Two schools separated by a little more than 2 miles will play for the 20th time Friday, with all the pomp and circumstance sure to follow at the "Battle of Towne Lake."
In six of the last seven years, the game has been decided by less than one score, and both coaches expect another game to come down to the fourth quarter this week.
“I have no doubt it’s going to be a close game,” Etowah coach Dave Svehla said. “There’s nothing that happens in this game that surprises me anymore.”
Etowah (3-3, 1-0) earned its first Region 4AAAAAAA win last week with a last-second thriller at Cherokee and will be looking for two straight wins over Woodstock for the first time since 2010-11.
The passing game helped bring the Eagles back from down 21-7 last week and continues to be the most productive in the county. Quarterback Dalton Miller leads Cherokee County with 1,472 passing yards and 13 touchdowns, while wide receiver Jackson Manns leads the county with 36 receptions for 576 yards.
Brock Rechsteiner (four receiving touchdowns), Stephen Polazzo (two receiving touchdowns) and Blake Bohannon (two receiving touchdowns) have also been playmakers for Etowah this season, and Woodstock coach Brent Budde knows slowing down the Etowah offense will be a challenge.
“You've got to cover up their receivers obviously, but they run the ball really well, too,” Budde said. “There quarterback is passing at a really high rate, and they're going to complete their passes, but we’ve got to find a way to disrupt his rhythm.”
Woodstock (1-4) won its first game two weeks ago in a 14-13 win over North Forsyth and will enter this week’s game coming off its second and final bye week of the season.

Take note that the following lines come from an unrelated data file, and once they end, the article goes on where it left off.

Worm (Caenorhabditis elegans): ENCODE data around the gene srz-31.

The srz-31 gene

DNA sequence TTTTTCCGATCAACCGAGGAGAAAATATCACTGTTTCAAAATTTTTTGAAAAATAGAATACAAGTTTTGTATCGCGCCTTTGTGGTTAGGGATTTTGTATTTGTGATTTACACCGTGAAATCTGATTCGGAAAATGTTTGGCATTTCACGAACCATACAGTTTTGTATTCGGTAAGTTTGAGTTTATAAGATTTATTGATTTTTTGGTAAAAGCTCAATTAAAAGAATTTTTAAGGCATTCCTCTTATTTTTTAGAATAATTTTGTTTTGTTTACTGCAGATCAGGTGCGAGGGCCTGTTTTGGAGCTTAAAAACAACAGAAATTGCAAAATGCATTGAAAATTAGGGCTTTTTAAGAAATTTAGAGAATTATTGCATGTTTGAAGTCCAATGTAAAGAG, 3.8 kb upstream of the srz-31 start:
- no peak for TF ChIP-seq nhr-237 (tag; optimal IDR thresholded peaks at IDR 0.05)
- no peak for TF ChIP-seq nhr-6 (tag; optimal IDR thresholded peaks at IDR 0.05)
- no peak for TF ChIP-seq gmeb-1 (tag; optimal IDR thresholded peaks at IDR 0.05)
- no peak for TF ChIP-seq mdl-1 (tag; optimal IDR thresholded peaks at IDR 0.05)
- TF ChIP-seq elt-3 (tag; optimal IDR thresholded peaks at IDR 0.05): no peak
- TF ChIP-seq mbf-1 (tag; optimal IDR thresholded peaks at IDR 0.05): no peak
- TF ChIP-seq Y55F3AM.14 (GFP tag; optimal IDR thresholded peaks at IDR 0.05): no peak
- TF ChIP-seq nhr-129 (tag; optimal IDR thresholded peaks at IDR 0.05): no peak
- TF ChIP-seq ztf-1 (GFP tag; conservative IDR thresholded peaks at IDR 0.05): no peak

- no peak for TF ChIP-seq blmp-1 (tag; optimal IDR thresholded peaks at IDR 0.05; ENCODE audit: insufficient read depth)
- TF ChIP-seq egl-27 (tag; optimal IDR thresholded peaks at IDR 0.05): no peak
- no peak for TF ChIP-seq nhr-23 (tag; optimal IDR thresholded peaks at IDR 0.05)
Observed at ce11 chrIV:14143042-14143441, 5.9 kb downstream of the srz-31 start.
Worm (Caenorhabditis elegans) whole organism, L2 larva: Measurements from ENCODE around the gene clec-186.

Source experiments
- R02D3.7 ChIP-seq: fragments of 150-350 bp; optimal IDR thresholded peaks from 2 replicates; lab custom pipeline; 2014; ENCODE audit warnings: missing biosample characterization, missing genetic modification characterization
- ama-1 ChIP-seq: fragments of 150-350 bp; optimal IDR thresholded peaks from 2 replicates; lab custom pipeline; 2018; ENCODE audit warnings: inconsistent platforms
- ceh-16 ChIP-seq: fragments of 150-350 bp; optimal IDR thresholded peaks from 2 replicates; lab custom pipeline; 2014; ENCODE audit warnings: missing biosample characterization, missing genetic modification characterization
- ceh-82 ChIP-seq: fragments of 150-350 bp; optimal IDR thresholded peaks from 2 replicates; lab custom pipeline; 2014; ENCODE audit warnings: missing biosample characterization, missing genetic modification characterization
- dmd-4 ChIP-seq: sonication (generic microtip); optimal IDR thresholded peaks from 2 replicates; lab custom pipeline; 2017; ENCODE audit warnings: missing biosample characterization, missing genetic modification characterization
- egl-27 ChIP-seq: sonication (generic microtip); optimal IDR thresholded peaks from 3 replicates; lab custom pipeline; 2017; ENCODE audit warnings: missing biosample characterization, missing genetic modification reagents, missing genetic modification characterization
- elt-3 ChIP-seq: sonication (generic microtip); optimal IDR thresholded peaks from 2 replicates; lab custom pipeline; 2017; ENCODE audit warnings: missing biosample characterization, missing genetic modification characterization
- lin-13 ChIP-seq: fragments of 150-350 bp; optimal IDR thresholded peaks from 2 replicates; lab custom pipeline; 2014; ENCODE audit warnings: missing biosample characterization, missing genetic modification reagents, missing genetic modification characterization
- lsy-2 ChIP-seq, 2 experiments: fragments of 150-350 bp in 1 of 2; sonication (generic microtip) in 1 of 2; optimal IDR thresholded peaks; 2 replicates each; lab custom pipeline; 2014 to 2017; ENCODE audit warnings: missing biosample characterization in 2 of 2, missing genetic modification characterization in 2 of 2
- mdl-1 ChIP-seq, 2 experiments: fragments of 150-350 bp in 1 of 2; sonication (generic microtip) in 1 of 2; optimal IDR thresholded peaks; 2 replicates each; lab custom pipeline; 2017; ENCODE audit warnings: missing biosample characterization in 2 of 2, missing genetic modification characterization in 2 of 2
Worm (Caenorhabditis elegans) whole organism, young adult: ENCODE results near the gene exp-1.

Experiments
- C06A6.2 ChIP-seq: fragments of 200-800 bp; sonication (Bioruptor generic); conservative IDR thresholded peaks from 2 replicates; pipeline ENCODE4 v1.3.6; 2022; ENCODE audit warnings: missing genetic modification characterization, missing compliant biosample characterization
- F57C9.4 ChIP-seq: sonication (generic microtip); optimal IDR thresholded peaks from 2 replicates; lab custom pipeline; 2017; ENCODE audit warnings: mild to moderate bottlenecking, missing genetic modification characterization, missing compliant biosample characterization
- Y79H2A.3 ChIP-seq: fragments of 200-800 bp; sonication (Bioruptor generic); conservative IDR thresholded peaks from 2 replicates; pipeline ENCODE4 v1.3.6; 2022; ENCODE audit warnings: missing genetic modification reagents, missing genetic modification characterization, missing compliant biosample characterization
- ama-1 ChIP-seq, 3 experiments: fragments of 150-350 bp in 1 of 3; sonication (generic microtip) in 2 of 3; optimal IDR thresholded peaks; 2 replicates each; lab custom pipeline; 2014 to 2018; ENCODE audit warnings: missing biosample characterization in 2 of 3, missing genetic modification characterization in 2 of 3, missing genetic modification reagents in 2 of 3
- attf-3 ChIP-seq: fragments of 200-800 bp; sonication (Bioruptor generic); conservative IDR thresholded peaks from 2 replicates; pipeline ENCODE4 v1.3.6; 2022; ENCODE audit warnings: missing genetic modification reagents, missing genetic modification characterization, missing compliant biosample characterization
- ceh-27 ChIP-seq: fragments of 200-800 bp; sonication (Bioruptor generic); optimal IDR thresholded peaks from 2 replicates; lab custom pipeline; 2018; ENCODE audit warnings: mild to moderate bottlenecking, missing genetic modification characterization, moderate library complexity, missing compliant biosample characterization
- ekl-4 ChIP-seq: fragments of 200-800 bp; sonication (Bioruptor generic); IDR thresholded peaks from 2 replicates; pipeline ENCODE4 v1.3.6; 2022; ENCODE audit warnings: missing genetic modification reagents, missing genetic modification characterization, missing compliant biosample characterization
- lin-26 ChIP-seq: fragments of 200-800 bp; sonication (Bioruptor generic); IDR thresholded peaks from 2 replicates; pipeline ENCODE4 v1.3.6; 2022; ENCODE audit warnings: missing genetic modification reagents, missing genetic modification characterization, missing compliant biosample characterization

Budde said he has seen continued improvement on both sides of the ball from his team, which is beginning its region schedule this week. Woodstock allowed North Forsyth to drive the ball in the game two weeks ago, but the Wolverines’ defense prevented the big play -- something that will again be a key facing Etowah’s offense.
Woodstock safety Michael Chelena is sixth in the county in tackles, and along with Georgia commit David Daniel, the Wolverines' secondary will be challenged against the Etowah receiving game. The difference in the game could come down to whether Woodstock can produce an effective pass-rush.
"I’ve been really impressed with how hard (Woodstock plays) on defense," Svehla said. "They’ve been really good at getting negative-yardage plays, and they’ve got some guys up front who can pressure the quarterback."
Budde has an aerial shot of the 2003 version of the Woodstock-Etowah game hanging on the wall behind his desk, and he said the growth of both schools and the Towne Lake community itself has allowed the rivalry to balloon since that time.
“We get a lot of people coming out and to watch,” Budde said. “It’s amazing, as both schools have grown, how many more people come out, and you’ll look at the stadium and there’s extra seating now. It’s always hard-fought and clean, and it’s usually close like most great rivalries. It’s just a lot of fun to be a part of.”